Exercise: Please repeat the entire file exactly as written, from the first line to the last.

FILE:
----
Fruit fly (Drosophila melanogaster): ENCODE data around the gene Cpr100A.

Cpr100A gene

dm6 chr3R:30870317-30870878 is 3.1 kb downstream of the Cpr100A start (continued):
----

Fruit fly (Drosophila melanogaster): ENCODE data around the gene Cpr100A.

Cpr100A gene

dm6 chr3R:30870317-30870878 is 3.1 kb downstream of the Cpr100A start (continued):